His work has been supported through commissions and residencies from a wide range of arts organisations including the Arts Council, Culture Ireland, Dance Ireland and Dance Limerick.  He trained at the Legat School in East Sussex and Point Park University in Pittsburgh. Luke’s work has been variously described as “passionate”, “fearless” and “mesmerising”, appealing “to anyone who appreciates beautiful movement and dance theatre”.

Tickets are €12/€10 (conc.).  Further information and booking details are available from www.dancelimerick.ie.

Chaplet of Roses at Dance Limerick tomorrow (Thurs Dec 18)

Photo credit: Alina O’Shaughnessy

Photo credit: Alina O’Shaughnessy

Chaplet of Roses, a new work by locally-based choreographer/ dancer, Angie Smalis, and performance artist, Colin Gee, will premiere tomorrow (Thursday December 18) at Dance Limerick (St John’s Church, John’s Square) at 8pm.

“Inspired by the 15th century tapestry Honor Making a Chaplet of Roses, this beautiful new dance work is a contemporary interpretation of an allegory of courtly love depicted in the artwork…The tapestry was created circa 1410 in The Netherlands and was itself inspired by romances of the 12th and 14th centuries. It is now held in the collection of the Metropolitan Museum of Art in New York. Four characters are depicted in the work: one is making a crown of roses with the caption ‘I am Honor who makes chaplets for my children’; a second says ‘To please my friend better, I shall put on this pretty hat’; an inscription above the third identifies him as ‘Pleasure’ while the fourth has the caption ‘Homage to my good lady, my protectress’.”

Colin Gee and Angie Smalis are developing this work while in residence at Dance Limerick this month. The duo first met during a Mediated Bodies workshop in Ireland in 2006, which explored the interaction of dance, choreography and media technologies, and made a video together in 2009.  Chaplet of Roses is a natural progression of this interest, offering a perspective of the work through an online video, in addition to the live performance.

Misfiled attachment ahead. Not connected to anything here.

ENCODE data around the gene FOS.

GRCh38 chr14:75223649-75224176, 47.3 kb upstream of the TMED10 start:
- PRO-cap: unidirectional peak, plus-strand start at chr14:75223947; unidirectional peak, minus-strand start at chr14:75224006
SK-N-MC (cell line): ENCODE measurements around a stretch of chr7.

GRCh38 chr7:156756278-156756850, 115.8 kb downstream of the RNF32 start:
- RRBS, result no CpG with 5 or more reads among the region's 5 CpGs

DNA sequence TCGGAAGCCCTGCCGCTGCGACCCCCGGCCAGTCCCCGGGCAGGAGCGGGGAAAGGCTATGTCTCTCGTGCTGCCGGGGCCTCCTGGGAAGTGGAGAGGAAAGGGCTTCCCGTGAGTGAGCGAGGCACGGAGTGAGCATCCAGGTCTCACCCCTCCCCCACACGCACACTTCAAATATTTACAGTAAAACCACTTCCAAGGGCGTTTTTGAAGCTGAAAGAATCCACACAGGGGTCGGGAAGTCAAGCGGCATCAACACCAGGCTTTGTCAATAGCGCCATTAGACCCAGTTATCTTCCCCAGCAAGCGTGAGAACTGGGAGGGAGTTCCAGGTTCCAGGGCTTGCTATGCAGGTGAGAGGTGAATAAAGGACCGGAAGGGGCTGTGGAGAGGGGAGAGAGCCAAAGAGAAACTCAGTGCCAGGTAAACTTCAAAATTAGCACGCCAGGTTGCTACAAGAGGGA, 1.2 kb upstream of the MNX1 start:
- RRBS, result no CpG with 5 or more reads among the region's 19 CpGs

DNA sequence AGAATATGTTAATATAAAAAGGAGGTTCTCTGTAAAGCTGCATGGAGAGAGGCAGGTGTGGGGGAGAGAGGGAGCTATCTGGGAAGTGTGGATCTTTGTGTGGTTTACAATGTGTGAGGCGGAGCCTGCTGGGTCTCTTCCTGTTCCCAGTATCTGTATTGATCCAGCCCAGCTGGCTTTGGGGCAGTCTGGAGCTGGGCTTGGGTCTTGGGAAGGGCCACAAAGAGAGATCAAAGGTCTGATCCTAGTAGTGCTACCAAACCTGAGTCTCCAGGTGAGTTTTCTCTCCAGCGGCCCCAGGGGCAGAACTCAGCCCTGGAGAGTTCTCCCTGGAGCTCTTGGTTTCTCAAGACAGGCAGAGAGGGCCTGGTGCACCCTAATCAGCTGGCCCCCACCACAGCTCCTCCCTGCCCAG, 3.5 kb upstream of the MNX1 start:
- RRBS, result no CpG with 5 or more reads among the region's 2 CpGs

Photo credit: Alina O’Shaughnessy

Photo credit: Alina O’Shaughnessy

Reflecting on the work, Colin Gee said: “This project seeks to explore a contemporary interpretation of a courtly love allegory as a notion of individual and community morality…Our interest centres on how honour is linked to community and moral accountability through the consideration of multiple perspectives: the viewer’s and those of the figures depicted in the tapestry”.

Angie Smalis added: “This is a really interesting process, exploring the characters in this beautiful artwork, what they represent and how they relate to each other. I’m really excited to have the opportunity to work with Colin on this and I love the idea of creating the different perspectives of the work through the film and the live performance. It will be quite different, so I really hope lots of people will come to see what it’s all about!”
Tickets are €12/€10.  For further information and booking, see www.dancelimerick.ie. Chaplet of Roses is funded by the Arts Council through the Dance Project Award and supported by Dance Limerick.

I want to give a special mention to Dance Limerick for the team’s great work since its formation. It has brought much needed life to its base as a venue over the past year—hosting a broad range of events—as well as acting as a resource organisation for professional dance in Limerick and beyond. Dance Limerick hosts performances, talks, classes, workshops, projects and residencies and provides opportunities for dance to be created, experienced and discussed in many ways, by all ages.  For further details, see www.dancelimerick.ie.